If you would like to buy a property or two, please raise your hand. If you love wading through red tape and bureaucracy, please raise your hand. If you enjoy spending ages on hold and doing endless administration and filling out forms, raise your hand. If uncertainty and putting your life on hold gives you a thrill, raise your hand. If you only did so right in the beginning and the other statements leave you feeling dizzy, this article is for you.
Many people may have been wondering if this is the opportune time to put themselves in debt and buy a property for investment purposes. For those who already have rental properties, the question becomes this: with all the economic insecurity people from all walks of life face, is using real estate as a form of passive income still a reliable investment?
Should we hold on to our properties, no matter what, since it is currently a ‘buyer’s market’? Should we put ourselves in debt and buy a property now? With all the economic insecurity people from all walks of life are facing, is using real estate as a form of passive income still a reliable investment?
Buying a house is a scary prospect and may be something that you have put on the back burner. You may tell yourself that you are being wise – after all the current economic climate is dicey and you may worry about the future. However, do you know that should you buy a house, you not only save on rent (in other words paying someone else’s bond) but your asset may well make a profit after the first year? This means it is one of the better debts you may enter into in your life time. Admit it, the vast majority of us yearn for a place to call our own…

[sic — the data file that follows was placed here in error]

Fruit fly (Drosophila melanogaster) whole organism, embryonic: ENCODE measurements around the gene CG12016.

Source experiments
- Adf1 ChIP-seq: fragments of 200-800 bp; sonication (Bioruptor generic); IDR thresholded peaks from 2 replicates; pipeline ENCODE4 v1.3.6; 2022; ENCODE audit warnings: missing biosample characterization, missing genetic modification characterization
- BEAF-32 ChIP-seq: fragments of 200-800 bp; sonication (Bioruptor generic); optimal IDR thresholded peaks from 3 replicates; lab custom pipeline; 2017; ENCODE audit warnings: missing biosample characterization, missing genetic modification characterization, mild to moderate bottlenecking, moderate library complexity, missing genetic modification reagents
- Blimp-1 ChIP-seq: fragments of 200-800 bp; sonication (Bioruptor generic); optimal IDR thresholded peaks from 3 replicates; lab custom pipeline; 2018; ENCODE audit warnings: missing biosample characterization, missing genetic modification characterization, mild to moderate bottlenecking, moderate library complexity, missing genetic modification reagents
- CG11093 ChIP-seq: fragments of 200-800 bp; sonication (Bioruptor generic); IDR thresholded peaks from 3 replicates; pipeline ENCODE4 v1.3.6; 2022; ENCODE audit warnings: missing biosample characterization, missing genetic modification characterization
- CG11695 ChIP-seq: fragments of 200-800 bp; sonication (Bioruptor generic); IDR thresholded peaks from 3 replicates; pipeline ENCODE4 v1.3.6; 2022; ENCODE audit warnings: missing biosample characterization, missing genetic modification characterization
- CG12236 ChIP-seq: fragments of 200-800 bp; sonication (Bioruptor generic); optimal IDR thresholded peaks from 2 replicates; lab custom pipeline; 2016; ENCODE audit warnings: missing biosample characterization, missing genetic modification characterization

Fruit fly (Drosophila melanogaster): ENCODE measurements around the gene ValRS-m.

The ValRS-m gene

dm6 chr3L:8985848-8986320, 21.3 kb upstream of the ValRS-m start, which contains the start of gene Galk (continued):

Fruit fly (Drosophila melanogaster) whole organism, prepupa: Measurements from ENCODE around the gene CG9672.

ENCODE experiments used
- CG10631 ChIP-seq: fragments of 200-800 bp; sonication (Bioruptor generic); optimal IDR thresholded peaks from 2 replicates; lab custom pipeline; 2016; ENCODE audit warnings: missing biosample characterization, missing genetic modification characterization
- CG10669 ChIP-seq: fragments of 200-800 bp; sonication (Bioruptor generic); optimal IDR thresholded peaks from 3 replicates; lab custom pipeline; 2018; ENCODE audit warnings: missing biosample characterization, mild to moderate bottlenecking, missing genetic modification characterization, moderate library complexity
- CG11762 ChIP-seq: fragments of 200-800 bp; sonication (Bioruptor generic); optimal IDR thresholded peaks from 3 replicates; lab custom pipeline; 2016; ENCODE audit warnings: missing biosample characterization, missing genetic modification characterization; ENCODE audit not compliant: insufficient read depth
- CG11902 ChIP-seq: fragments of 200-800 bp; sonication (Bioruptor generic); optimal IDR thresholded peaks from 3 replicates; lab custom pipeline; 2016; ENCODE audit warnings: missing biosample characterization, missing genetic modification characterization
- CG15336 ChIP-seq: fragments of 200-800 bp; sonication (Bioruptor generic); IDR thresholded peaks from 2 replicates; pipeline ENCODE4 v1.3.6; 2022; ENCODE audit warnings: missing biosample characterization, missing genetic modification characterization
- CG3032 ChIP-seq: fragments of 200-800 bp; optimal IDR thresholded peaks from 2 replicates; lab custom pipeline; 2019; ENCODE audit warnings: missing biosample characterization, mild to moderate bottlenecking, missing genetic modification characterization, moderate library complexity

Many first-generation yuppies have come to realise that they need to enter the property market. However, most of them find that getting a home-loan of between R1 500 000 and R2 000 000 is not always possible.
The creative ones usually find a way around this dilemma by purchasing a home in the R300 000 to R700 000 price range. The home is then used to generate a rental income. The rental is often sufficient to cover their bond repayments. This leaves many of them happy landlords.
At Northwood financial services we have a panel of dedicated professionals that assist us and our clients with a host of different issues.
Recently I received an email from a home-owner. Having sold his property, he is now struggling to get occupational rental from the buyer who had taken early occupation. In this instance, it is much harder to help. Continue reading “Knowing when to ask for help”
The last blog touched on how Northwood protects clients’ wealth by adding diversity to the unit trust investment portfolios on offer. This week, we will look at creating wealth by adding more diversified investments.
Our clients know that when it comes to investments, we prescribe to the “don’t put all your eggs in one basket” philosophy. We seek to add value and diversity to all our client’s portfolios to creatively manage risks.